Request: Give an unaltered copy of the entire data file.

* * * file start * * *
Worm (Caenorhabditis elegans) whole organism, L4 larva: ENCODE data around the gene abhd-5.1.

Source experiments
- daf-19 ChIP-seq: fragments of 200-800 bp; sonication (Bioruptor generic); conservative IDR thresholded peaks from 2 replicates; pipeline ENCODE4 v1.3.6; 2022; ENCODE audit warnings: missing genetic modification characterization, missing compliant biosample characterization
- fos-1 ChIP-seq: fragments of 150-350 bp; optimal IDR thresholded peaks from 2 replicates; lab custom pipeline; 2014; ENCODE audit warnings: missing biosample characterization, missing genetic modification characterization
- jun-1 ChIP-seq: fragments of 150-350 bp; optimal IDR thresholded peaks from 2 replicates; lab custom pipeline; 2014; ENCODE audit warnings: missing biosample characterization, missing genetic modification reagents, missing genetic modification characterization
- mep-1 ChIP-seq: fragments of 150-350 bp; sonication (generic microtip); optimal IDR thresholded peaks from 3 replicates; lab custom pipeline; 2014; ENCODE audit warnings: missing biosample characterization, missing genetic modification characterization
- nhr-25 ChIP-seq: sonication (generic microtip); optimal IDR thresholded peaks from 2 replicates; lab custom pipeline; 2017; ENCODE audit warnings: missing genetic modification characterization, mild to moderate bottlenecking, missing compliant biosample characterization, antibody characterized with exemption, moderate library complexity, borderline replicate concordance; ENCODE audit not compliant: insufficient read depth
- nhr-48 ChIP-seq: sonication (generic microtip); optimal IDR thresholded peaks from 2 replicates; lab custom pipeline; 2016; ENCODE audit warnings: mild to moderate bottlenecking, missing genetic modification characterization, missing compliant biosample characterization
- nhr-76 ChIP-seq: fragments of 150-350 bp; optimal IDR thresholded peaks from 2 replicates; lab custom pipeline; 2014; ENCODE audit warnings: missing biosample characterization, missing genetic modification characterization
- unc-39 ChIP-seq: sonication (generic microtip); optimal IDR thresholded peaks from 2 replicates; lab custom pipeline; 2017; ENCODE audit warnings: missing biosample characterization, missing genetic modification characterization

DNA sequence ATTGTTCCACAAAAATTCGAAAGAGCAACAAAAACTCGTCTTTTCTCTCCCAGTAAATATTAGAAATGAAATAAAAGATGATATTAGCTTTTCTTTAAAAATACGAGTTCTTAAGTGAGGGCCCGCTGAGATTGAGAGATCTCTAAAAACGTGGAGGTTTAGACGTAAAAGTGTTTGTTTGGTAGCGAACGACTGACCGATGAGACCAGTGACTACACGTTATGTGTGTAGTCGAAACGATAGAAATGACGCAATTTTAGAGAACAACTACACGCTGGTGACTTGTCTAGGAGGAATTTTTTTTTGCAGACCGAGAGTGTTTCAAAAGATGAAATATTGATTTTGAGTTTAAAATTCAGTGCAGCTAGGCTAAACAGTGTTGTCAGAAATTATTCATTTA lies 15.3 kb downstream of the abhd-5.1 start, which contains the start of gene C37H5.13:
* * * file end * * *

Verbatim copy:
Worm (Caenorhabditis elegans) whole organism, L4 larva: ENCODE data around the gene abhd-5.1.

Source experiments
- daf-19 ChIP-seq: fragments of 200-800 bp; sonication (Bioruptor generic); conservative IDR thresholded peaks from 2 replicates; pipeline ENCODE4 v1.3.6; 2022; ENCODE audit warnings: missing genetic modification characterization, missing compliant biosample characterization
- fos-1 ChIP-seq: fragments of 150-350 bp; optimal IDR thresholded peaks from 2 replicates; lab custom pipeline; 2014; ENCODE audit warnings: missing biosample characterization, missing genetic modification characterization
- jun-1 ChIP-seq: fragments of 150-350 bp; optimal IDR thresholded peaks from 2 replicates; lab custom pipeline; 2014; ENCODE audit warnings: missing biosample characterization, missing genetic modification reagents, missing genetic modification characterization
- mep-1 ChIP-seq: fragments of 150-350 bp; sonication (generic microtip); optimal IDR thresholded peaks from 3 replicates; lab custom pipeline; 2014; ENCODE audit warnings: missing biosample characterization, missing genetic modification characterization
- nhr-25 ChIP-seq: sonication (generic microtip); optimal IDR thresholded peaks from 2 replicates; lab custom pipeline; 2017; ENCODE audit warnings: missing genetic modification characterization, mild to moderate bottlenecking, missing compliant biosample characterization, antibody characterized with exemption, moderate library complexity, borderline replicate concordance; ENCODE audit not compliant: insufficient read depth
- nhr-48 ChIP-seq: sonication (generic microtip); optimal IDR thresholded peaks from 2 replicates; lab custom pipeline; 2016; ENCODE audit warnings: mild to moderate bottlenecking, missing genetic modification characterization, missing compliant biosample characterization
- nhr-76 ChIP-seq: fragments of 150-350 bp; optimal IDR thresholded peaks from 2 replicates; lab custom pipeline; 2014; ENCODE audit warnings: missing biosample characterization, missing genetic modification characterization
- unc-39 ChIP-seq: sonication (generic microtip); optimal IDR thresholded peaks from 2 replicates; lab custom pipeline; 2017; ENCODE audit warnings: missing biosample characterization, missing genetic modification characterization

DNA sequence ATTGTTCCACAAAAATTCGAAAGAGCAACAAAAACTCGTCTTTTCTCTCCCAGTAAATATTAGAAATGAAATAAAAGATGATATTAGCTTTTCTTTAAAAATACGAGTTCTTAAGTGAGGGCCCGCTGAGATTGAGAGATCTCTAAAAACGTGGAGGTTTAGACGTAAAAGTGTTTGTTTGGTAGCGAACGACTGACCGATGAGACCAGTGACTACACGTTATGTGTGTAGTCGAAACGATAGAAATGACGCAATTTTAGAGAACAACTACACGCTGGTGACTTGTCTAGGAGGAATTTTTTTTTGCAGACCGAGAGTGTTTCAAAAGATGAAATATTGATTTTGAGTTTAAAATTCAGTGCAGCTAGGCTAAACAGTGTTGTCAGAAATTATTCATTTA lies 15.3 kb downstream of the abhd-5.1 start, which contains the start of gene C37H5.13: